DEVILS LAKE, N.D.-A Devils Lake angler has caught what likely will be the new world line-class record white bass on Devils Lake as recognized by the International Game Fish Association.

Blake LaFleur caught the white bass Feb. 13 in 40 feet of water in the main basin of Devils Lake using 2-pound test line. The big fish weighed 4.27 and 4.32 pounds on separate scales and measured 18½ inches long with a 16-inch girth.

LaFleur caught the fish on Asson Micron 3, an Italian monofilament line that was rated at 1.5 pounds with a breaking strength of 1.6 pounds. He used a palomar knot and a 4-pound fluorocarbon leader to complete the rig.

LaFleur says he studied the rules, which included 15 pages of specific requirements, to pursue the record and contacted the IGFA by phone and email to assemble the appropriate tackle.

Both scales, along with 50 feet of the line he used, are being sent to the IGFA.

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The existing line-class record white bass for 2-pound test line is 3.5 pounds.

"I broke the first six knots I tried to tie," he said.

Longtime pursuit

In an interview with Devils Lake Tourism, LaFleur said he has been targeting the big lake's white bass about six years, a quest that began while he was fishing perch through the ice.

"Not many people catch bass under the ice, and after battling a few on light tackle, I became intrigued," LaFleur said.

Friends Clayton and Kurt Davis of Belcourt, N.D., joined him in the pursuit.

"Together, we hunt to find them, and the tactics have evolved to the point where only the biggest bass are targeted," LaFleur said.

LaFleur used a 43-inch custom Thorne Brothers perch rod to catch the white bass, which hit a 1/16th-ounce Northland Tackle Buckshot Rattle Spoon.

With line that light in 40 feet of water, there wasn't any room for error.

"These big bass go crazy at the hole, and to turn one and bring it up, the leader was necessary," he said. "The 6-inch hole was another problem. When his head finally pointed up, he became wedged in the hole. I plunged my hand into the ice-cold water all the way to my armpit and grabbed it."

LaFleur said he moved 25 times, hunting by drilling hundreds of holes until stumbling into the school and hooking the fish.

"I had never fished that spot before," he said.

White bass in wintertime feed on larvae in the bottom of the lake, and getting them to bite requires annoying them to bring out their natural aggression, LaFleur said.

"This passion might seem odd to many, but we have fun and enjoy what we consider the finer side of fishing," LaFleur said. "White bass in winter act much like lake trout. It's a cat and mouse game. Lures must be kept close, but not so close to the fish that they ignore it, and not so far away they lose interest."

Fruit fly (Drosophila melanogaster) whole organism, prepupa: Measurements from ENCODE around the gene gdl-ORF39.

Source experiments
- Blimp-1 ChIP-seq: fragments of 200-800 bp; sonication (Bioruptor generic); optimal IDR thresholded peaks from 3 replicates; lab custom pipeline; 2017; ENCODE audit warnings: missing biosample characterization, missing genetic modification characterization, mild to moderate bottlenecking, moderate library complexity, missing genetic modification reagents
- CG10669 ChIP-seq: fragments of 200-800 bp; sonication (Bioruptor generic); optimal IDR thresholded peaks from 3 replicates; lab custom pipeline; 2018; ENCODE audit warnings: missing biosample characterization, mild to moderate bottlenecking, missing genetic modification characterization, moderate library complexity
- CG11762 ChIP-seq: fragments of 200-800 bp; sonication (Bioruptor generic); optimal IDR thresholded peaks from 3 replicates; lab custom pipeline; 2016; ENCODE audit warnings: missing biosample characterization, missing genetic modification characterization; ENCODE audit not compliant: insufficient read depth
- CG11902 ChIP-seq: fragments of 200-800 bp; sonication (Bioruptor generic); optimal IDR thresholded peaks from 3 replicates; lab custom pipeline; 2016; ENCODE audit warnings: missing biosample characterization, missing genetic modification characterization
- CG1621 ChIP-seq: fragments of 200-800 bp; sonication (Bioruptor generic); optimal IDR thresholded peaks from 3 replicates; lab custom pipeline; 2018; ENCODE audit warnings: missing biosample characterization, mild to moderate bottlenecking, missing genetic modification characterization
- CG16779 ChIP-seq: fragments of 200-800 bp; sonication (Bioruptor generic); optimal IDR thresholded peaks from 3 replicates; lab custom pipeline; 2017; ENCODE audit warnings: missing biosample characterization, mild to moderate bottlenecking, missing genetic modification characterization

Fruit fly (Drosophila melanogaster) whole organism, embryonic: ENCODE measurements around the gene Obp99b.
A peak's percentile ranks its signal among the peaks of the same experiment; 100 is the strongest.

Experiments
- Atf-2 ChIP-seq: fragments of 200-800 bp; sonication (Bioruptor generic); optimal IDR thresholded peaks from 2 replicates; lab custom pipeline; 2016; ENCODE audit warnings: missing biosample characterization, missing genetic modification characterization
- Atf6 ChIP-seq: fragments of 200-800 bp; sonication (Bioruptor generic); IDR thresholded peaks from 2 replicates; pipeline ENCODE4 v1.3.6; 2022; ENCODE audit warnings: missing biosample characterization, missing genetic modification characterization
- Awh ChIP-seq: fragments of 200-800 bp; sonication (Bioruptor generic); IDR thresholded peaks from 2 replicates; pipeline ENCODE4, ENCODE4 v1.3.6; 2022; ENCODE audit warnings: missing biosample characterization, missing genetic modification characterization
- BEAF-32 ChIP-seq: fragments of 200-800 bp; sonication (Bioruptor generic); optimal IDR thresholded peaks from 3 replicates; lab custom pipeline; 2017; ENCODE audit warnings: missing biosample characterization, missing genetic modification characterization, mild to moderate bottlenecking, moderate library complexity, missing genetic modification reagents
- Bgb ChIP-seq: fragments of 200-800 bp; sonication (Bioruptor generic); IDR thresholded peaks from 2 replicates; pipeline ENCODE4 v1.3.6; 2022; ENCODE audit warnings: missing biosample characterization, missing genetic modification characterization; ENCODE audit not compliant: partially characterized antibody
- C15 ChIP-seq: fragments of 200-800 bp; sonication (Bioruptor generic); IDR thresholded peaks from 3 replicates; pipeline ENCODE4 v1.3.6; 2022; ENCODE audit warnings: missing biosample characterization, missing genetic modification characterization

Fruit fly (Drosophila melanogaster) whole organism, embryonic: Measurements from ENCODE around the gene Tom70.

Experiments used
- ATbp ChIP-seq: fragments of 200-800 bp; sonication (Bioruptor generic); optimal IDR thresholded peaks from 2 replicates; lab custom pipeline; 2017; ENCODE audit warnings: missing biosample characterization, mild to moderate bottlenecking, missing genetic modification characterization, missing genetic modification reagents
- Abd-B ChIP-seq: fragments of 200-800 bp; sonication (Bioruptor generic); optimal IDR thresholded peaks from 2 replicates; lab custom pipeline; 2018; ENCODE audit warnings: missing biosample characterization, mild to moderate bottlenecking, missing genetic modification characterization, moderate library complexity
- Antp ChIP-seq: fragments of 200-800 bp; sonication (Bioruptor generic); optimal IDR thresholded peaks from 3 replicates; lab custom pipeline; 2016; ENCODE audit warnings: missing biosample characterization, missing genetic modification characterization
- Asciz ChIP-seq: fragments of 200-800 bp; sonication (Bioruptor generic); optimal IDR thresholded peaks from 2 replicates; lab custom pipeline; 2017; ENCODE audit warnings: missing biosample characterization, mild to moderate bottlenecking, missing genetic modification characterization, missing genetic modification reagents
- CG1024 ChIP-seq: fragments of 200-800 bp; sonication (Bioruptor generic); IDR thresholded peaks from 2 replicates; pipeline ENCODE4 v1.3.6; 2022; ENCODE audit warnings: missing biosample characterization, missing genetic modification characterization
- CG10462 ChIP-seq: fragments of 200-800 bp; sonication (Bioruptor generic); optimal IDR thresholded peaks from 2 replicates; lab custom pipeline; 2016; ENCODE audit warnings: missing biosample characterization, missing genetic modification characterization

Electronics are crucial, and when the flasher screen shows 10 to 12 feet of bass, that's when action really picks up.

"We call this the 'mob,' and when the rapidly moving school arrives, it is game-on," LaFleur said.

Playing cat and mouse with the jigging spoon, LaFleur fishes the top of the mob.

"These monster white bass bulldog for 20 seconds or more, screaming through the rest of the mob, and that triggers the entire school," he said. He alternates the Buckshot with another favorite, a Clam Corp. blade-spoon, to find the optimum presentation.

Deep water

When the sonar screen shows fish, the key is recognizing they are white bass, not perch.

Another factor is that every white bass yanked from their comfort zone 40 feet under will kill them. "Catch and release is not an option," LaFleur said. "What my friends and I do is limit the number of fish we catch and limit the number of trips. That is our 'catch and release' system."

So far this winter, LaFleur has only fished five times for white bass. His job with I.F. LaFleur and Sons, a coin-operated amusement business in North Dakota and northern Minnesota, demands his full attention, as do two young LaFleurs, ages 1 and 4.

Once he has submitted everything to the IGFA, LaFleur said it will take several months for the likely world record fish to be certified.

Devils Lake has a longtime reputation for producing big white bass. North Dakota's state record white bass-a designation that has nothing to do with the IGFA record-measured 19 inches and weighed 4 pounds, 10 ounces. Charlie Vang of Brooklyn Park, Minn., caught the state record white bass June 10, 2012, while fishing Six-Mile Bay.